Televising War: From Vietnam to Iraq

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A&C Black, Jun 15, 2004 - Social Science - 148 pages
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Our relationship with the past-whether judgment, celebration, commemoration or denial has become an important part of public culture. This book explores the relationship between televisual communication and memory focusing on the conflicts that have disrupted and changed our world over the past 50 years with particular reference to the current war in Iraq.

Case studies cover the Holocaust, Vietnam, both Gulf Wars and Kosovo. Though the Vietnam War was extensively televised, it was framed within a domestic U.S. context. By the time of the latest Gulf War and Kosovo the coverage of warfare was both more immediate and more global. Hoskins illustrates this with a comparative critique of individual countries' national media framing of war (including Middle Eastern perspectives) in contrast to the so-called "global" viewpoint of satellite news networks such as CNN.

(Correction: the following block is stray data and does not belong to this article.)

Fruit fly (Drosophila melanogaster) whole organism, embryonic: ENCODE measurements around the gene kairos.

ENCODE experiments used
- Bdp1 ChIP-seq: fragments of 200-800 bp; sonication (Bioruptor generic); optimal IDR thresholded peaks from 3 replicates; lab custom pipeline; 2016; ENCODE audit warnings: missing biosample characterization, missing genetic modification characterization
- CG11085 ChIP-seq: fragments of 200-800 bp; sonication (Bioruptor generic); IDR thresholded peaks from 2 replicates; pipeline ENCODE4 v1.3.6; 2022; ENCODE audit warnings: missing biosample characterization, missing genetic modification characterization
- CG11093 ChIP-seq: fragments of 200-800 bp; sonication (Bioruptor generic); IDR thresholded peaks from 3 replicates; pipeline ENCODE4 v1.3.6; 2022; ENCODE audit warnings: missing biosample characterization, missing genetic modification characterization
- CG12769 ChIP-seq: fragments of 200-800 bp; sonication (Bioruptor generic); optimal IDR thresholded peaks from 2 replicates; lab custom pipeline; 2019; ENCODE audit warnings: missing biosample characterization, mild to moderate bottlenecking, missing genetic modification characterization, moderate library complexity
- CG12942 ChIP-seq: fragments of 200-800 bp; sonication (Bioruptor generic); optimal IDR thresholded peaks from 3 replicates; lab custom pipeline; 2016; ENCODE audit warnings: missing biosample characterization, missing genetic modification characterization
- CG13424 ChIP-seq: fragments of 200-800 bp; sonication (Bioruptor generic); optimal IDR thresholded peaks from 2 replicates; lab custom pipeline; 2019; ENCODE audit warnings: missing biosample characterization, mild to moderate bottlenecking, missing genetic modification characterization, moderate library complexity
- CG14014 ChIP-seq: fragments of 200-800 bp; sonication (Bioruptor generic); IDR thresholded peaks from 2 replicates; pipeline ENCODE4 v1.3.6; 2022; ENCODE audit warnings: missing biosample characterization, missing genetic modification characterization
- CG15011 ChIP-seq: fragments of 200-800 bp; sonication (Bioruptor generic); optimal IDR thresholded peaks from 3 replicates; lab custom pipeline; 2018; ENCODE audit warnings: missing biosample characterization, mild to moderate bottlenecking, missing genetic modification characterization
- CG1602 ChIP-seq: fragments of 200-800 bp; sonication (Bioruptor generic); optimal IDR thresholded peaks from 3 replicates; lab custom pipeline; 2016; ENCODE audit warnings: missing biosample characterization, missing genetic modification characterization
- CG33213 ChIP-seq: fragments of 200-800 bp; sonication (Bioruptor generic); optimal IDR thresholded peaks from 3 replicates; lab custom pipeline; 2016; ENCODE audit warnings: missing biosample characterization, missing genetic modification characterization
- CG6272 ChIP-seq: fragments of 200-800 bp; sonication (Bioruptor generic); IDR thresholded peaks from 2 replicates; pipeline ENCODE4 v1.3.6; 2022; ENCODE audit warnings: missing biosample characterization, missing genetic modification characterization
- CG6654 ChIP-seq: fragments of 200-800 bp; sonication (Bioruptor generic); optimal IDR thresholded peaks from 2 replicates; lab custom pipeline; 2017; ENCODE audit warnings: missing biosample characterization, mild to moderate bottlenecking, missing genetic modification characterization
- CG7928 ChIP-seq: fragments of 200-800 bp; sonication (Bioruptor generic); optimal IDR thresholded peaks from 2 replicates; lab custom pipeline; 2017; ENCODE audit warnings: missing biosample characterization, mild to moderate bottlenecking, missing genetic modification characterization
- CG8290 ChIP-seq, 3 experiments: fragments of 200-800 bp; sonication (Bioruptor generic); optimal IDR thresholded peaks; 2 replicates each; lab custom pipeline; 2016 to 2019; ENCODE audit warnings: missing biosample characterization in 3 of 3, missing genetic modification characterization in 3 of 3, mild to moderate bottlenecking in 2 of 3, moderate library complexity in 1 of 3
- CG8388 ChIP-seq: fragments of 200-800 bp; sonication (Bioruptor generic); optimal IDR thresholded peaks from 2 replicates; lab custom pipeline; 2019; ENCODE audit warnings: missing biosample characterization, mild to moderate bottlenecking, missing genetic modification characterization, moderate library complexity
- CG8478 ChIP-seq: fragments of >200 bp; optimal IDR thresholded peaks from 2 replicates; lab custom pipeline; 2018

Televising War examines the intertwining of self, society and media that influences our understanding of both past and present.
  

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Contents

From Vietnam to the Gulf revisions of war
13
Reality TV war in realtime
45
Bodies fallen in time the bloody resonance of battle
77
The real Saddam?
106
The collapse of memory
126
Notes
136
Index
145
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About the author (2004)

Andrew Hoskins is Associate Professor in Sociology at the University of Warwick, UK

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